Varga et al. (2018) [29] 13 CNN 0.42
Patane et al. (2018) [30] 5 CNN 0.40
Miller et al. (2018) [36] 13 CNN 0.36
Warrick et al. (2018) [34] 13 RNN 0.36
Zabihi et al. (2019) [31] 5 CNN 0.31

Note: Submitted inside the time frame of the official phase of the 2018 PhysioNet Challenge. AUPRC is for their internal test set and the official blind test set.

4. Automated Detection of CAP

CAP reflects the instability of sleep through EEG, which is accompanied by some dynamic events in the process of sleep (falling asleep, conversion of different sleep periods, and awakening in sleep). It is suggested that when there are external or internal sleep interference factors, the A1 subtype in CAP marks the brain’s efforts to continue to sleep. When sleep becomes increasingly unstable and the brain cannot maintain continuous sleep, EEG arousal will accompany or replace the slow activity with high amplitude. Therefore, A2 and A3 subtypes constitute the arousal of the central nervous system.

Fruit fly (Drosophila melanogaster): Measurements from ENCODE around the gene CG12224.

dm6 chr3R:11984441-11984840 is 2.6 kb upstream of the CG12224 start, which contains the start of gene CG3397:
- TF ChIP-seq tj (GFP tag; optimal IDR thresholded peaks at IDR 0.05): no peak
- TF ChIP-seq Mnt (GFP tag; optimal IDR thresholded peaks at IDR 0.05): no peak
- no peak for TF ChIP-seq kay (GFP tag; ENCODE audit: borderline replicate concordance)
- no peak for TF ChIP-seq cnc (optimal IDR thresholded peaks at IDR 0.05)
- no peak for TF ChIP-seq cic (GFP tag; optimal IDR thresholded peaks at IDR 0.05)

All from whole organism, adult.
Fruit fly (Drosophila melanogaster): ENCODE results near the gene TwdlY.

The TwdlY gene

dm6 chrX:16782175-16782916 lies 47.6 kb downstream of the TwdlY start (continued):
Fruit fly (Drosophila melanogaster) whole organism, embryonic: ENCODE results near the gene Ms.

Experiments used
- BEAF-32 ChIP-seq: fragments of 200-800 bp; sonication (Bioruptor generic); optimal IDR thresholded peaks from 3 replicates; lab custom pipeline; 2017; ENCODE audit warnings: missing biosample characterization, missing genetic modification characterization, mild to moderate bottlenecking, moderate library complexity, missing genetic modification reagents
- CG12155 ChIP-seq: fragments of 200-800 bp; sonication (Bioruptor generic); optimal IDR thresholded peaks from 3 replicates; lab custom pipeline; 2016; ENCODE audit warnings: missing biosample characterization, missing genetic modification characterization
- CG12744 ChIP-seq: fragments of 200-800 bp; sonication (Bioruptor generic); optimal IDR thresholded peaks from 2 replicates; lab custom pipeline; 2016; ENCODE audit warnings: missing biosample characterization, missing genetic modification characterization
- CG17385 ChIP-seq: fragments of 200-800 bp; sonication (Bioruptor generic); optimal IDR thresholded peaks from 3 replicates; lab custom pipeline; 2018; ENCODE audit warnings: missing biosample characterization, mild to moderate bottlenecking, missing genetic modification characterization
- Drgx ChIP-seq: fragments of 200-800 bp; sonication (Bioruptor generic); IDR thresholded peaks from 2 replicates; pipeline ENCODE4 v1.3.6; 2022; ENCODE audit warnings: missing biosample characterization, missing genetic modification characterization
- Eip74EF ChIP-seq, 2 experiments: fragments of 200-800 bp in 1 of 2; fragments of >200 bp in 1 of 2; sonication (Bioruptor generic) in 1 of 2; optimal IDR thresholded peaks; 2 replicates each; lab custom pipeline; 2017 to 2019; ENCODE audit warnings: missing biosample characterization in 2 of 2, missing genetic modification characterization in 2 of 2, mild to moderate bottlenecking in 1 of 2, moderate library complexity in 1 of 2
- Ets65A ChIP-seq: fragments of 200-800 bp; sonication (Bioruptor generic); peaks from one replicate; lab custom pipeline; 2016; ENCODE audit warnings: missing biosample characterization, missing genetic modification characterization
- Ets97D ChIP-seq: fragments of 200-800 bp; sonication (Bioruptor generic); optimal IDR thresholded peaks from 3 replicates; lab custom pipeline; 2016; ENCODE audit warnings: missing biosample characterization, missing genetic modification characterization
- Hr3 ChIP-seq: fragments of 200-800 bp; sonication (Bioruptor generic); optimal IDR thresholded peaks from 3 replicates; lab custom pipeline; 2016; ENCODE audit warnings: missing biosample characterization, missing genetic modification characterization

Methods for automated detection of CAP are listed in Table 6.

Table 6. Automated detection of CAP

Author(Year) [Reference]


Data Preprocessing


Mariani et al. (2012) [45]
Parma Sleep Disorders Center
Hjorth activity; EEG variance
Discriminant classifier
Chindhade et al. (2018) [46]
CAP Sleep Database
Differential moving average
Logistic regression
Accuracy = 58%
Hui et al.(2021) [47]
CAP Sleep Database
Accuracy = 74.43%
Mendona et al.(2021) [108]
CAP Sleep Database
Lowpass filter

5. Conclusion